Around the end of November is the period in which winter usually starts and continues from early to mid March. Temperatures are usually near or below 17 °C (63 °F), with snow occasionally falling once or twice a year.
Amman has extreme examples of microclimate, and almost every district exhibits its own weather. It is known among locals that some boroughs such as the northern suburb of Abu Nser are among the coldest in the city, and can be experiencing frost while other warmer districts such as Marka can be providing much warmer temperatures to its inhabitants at the same time.
Climate data for Amman
|Record high °C (°F)||23.0|
|Average high °C (°F)||12.3|
|Average low °C (°F)||3.6|
|Record low °C (°F)||−4.5|
|Source #1: World Meteorological Organization|
Amman is situated on the East Bank Plateau, an upland characterized by three major wadis which run through it.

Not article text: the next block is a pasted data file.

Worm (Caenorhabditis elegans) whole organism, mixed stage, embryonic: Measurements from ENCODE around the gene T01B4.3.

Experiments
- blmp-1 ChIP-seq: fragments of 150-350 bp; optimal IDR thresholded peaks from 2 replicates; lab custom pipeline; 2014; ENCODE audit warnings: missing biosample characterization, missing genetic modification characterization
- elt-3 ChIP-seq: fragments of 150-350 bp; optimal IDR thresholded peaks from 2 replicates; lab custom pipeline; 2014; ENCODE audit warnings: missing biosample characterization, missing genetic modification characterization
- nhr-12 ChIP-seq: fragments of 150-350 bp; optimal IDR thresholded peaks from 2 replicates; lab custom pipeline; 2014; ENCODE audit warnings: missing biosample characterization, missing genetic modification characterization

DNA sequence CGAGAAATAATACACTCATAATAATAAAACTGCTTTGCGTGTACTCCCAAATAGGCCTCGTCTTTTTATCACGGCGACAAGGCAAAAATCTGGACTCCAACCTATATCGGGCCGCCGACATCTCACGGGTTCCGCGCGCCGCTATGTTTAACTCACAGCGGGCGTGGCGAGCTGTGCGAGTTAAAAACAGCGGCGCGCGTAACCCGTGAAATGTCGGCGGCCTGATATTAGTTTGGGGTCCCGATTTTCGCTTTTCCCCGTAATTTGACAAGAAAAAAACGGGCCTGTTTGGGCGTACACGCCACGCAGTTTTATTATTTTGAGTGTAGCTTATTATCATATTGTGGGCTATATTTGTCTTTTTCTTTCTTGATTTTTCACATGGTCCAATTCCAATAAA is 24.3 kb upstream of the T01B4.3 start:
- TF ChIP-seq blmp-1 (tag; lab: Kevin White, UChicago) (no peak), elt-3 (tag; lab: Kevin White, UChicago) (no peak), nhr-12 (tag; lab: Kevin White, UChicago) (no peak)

Originally, the city had been built on seven hills. Amman's terrain is typified by its mountains. The most important areas in the city are named after the hills or mountains they lie on. The area's elevation ranges from 700 to 1,100 m (2,300 to 3,600 ft). Al-Salt and al-Zarqa are located to the northwest and northeast, respectively, Madaba is located to the west and al-Karak and Ma'an are to Amman's southwest and southeast, respectively.
One of the only remaining springs in Amman now supplies the Zarqa River with water.